Kam Williams — Book Reviews

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Voted Best Male Entertainment Journalist of the Decade by the Disilgold
Soul Literary Review in 2006,
Kam Williams is a syndicated film and book
critic who writes for 100+ publications around the U.S. and Canada. He is a
member of the New York Film Critics Online, the African-American Film
Critics Association, the NAACP Image Awards Nominating Committee,
and Rotten Tomatoes.

In addition to a BA in Black Studies from Cornell, he has an MA in English
from Brown, an MBA from The Wharton School, and a JD from Boston
University. Kam lives in Princeton, NJ with his wife and son.


Book Reviews | Film Reviews | DVD Reviews | Celebrity Interviews | Commentaries



Below are the titles reviewed on this page. Click the title to read the review.

The most recent listings are on the higher numbered pages.
25 Things That Really Matter in Life
Standing Tall | Ghetto Nation | Don't Blame It on Rio | The Real McCain
Black Pain | Wrong On Race | A Bound Man | Free Lunch | Life as a Single Mom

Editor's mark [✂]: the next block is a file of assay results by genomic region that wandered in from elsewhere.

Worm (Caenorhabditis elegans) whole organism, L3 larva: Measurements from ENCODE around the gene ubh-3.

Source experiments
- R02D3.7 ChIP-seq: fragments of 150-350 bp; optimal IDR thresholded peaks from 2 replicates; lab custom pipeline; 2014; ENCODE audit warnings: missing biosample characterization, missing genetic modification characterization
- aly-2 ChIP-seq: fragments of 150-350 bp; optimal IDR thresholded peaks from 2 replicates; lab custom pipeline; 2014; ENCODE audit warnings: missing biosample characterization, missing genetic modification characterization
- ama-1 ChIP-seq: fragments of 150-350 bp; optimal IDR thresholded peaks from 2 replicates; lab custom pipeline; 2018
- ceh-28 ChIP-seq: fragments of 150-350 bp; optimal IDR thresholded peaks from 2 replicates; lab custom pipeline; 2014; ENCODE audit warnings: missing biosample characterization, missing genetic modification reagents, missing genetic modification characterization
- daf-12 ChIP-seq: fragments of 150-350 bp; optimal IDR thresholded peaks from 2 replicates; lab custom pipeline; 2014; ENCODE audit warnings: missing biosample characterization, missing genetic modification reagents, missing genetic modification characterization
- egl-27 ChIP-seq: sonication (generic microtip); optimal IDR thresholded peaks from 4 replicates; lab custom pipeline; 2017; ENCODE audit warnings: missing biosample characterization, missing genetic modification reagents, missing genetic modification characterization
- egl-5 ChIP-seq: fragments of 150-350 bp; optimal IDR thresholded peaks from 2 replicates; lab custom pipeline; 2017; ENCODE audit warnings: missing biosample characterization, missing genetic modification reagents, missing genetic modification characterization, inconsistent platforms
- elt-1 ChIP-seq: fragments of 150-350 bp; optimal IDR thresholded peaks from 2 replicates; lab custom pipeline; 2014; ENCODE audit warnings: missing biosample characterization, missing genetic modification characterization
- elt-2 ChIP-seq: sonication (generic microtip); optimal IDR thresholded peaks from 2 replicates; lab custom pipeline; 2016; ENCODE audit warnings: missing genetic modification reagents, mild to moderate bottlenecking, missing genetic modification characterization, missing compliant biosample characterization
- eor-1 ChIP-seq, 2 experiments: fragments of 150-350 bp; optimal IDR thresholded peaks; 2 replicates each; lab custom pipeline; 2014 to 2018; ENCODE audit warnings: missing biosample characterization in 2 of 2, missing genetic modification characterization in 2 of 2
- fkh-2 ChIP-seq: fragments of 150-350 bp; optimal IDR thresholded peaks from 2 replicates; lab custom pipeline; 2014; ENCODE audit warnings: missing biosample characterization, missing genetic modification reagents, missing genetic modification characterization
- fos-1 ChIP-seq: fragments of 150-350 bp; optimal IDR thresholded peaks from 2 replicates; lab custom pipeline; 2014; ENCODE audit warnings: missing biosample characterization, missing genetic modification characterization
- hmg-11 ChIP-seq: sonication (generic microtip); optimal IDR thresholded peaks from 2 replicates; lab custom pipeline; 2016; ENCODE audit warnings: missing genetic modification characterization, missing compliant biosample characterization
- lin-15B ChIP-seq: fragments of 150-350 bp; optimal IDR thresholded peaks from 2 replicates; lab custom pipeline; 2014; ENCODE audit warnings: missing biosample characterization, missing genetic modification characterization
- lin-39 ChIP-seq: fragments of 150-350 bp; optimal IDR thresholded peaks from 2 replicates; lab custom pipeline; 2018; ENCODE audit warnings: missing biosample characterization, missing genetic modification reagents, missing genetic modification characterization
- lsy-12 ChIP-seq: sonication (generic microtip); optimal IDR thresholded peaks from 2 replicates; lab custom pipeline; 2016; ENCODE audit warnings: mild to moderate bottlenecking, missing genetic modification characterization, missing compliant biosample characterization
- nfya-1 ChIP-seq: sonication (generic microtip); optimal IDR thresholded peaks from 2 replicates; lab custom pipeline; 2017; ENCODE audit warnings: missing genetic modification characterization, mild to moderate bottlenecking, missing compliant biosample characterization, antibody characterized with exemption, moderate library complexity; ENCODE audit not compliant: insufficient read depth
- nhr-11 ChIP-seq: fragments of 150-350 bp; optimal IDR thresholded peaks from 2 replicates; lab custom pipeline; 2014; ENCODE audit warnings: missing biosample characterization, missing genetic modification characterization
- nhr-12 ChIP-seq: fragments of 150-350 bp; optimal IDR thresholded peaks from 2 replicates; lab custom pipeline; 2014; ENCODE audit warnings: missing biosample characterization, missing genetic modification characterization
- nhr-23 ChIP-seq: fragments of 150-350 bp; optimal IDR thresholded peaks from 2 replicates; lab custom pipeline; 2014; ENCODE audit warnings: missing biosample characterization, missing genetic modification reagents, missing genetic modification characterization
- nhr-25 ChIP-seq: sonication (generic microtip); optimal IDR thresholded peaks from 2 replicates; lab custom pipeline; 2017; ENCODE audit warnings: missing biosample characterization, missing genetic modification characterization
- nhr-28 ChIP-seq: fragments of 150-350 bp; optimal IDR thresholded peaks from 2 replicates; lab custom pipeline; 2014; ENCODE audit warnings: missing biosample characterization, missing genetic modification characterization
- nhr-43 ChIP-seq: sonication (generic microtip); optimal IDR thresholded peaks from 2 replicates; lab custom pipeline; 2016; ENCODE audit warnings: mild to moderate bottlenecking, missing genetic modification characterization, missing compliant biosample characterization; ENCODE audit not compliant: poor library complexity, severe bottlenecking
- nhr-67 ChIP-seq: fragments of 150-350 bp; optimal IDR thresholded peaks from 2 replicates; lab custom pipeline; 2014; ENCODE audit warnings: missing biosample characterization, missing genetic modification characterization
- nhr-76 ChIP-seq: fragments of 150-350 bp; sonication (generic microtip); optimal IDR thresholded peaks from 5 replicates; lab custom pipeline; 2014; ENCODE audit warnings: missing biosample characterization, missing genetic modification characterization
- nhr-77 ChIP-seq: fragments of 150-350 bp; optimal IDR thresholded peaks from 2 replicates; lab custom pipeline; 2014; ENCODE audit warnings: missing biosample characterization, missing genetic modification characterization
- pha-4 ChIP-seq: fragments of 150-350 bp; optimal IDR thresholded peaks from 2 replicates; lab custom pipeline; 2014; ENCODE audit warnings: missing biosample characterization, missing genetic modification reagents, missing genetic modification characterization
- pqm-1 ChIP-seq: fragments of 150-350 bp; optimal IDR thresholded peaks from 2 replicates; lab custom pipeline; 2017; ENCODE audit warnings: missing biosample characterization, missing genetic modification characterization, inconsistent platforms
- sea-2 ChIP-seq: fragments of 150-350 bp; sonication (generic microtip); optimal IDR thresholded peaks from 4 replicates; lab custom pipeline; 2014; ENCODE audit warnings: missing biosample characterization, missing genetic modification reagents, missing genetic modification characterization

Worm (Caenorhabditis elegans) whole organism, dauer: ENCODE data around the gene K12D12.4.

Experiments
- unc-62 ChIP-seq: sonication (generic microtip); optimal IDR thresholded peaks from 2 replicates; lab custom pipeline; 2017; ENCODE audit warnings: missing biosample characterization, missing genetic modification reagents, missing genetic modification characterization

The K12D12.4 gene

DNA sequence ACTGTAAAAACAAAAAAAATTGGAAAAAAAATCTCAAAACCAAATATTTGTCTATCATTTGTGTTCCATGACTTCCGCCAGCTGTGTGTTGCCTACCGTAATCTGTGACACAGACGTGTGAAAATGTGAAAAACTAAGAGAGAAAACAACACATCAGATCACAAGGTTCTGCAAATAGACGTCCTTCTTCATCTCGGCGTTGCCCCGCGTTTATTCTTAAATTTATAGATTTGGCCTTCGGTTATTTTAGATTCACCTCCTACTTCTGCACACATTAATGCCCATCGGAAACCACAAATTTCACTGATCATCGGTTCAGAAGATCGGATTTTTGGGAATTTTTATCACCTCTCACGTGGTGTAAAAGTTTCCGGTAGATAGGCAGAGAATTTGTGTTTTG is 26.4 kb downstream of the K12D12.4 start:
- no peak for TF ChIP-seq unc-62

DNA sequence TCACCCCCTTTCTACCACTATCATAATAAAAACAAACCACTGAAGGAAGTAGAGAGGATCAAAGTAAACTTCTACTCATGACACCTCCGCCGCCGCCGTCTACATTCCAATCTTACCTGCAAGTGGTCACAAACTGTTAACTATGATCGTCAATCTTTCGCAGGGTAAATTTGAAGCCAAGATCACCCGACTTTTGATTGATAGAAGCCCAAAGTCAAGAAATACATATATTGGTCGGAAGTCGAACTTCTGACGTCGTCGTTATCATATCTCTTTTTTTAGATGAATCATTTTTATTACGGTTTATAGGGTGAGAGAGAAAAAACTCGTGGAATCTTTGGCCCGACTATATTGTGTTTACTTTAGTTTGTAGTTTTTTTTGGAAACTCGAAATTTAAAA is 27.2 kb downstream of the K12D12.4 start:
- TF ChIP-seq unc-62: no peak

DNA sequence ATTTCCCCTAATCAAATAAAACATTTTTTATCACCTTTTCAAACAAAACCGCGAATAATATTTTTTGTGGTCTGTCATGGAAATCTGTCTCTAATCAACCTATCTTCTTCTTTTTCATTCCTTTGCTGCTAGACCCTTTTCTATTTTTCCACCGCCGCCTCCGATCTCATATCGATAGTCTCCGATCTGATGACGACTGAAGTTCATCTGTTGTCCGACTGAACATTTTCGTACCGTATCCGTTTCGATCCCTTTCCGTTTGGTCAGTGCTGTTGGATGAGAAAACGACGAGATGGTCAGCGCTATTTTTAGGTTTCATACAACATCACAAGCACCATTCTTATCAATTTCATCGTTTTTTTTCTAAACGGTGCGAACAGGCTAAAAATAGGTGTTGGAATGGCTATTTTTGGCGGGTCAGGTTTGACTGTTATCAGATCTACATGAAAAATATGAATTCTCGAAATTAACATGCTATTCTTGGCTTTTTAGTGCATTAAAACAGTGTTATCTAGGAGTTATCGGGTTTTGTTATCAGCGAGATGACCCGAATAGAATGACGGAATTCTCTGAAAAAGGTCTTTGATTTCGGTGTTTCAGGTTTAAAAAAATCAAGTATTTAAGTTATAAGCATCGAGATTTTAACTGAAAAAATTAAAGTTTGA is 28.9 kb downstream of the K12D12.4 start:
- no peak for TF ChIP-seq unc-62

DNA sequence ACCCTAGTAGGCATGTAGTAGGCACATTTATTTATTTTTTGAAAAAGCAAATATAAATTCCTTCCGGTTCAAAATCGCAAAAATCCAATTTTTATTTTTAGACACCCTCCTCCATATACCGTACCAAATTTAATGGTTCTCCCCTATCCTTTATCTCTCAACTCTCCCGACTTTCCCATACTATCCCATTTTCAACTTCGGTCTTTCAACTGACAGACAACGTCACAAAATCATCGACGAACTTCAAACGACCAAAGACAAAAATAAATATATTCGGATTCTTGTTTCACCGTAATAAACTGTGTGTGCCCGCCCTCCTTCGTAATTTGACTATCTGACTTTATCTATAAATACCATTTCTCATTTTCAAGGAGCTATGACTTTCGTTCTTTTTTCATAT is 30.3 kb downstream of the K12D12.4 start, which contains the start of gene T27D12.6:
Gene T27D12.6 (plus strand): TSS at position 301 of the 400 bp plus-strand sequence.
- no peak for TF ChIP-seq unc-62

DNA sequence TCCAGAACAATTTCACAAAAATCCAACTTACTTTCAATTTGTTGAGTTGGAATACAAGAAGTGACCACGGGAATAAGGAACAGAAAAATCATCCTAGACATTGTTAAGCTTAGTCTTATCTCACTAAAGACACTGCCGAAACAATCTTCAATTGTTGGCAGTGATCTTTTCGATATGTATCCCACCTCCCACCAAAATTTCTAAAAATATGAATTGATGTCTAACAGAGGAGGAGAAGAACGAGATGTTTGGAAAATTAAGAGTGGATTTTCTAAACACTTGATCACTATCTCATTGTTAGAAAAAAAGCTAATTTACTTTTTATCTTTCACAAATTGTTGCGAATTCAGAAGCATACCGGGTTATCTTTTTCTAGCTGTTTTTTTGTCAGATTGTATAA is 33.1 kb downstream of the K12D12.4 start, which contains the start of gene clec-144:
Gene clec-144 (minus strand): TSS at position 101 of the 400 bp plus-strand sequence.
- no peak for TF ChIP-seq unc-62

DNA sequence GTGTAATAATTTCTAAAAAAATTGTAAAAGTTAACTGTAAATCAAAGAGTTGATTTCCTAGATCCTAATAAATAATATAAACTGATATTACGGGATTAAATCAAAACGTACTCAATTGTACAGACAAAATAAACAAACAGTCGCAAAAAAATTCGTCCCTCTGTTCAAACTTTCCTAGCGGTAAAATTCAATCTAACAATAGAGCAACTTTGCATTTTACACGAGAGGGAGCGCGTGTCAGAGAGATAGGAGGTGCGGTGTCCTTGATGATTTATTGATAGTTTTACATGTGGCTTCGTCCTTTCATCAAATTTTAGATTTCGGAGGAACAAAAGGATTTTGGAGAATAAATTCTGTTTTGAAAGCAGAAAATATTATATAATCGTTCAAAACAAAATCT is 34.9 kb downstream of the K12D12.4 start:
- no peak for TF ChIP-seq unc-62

25 Things That Really Matter in Life: A Comprehensive Guide to Making Your Life Better

by Gary A. Johnson 

Courtland Press

Paperback, $9.95

76 pages

ISBN: 978-0-9791113-0-3

Book Review by Kam Williams

“25 Things That Really Matter in Life is designed to get you started living a better life within the next fifteen minutes… If you want a book to help you begin to change your life right now, then keep reading, because this is the book for you… The techniques and steps that I describe in the following pages are ones I’ve been using for over thirty years. If you commit to them, I guarantee you will live a more meaningful and healthier life… Let’s get started!             -- Excerpted from the Introduction (pages 12-16)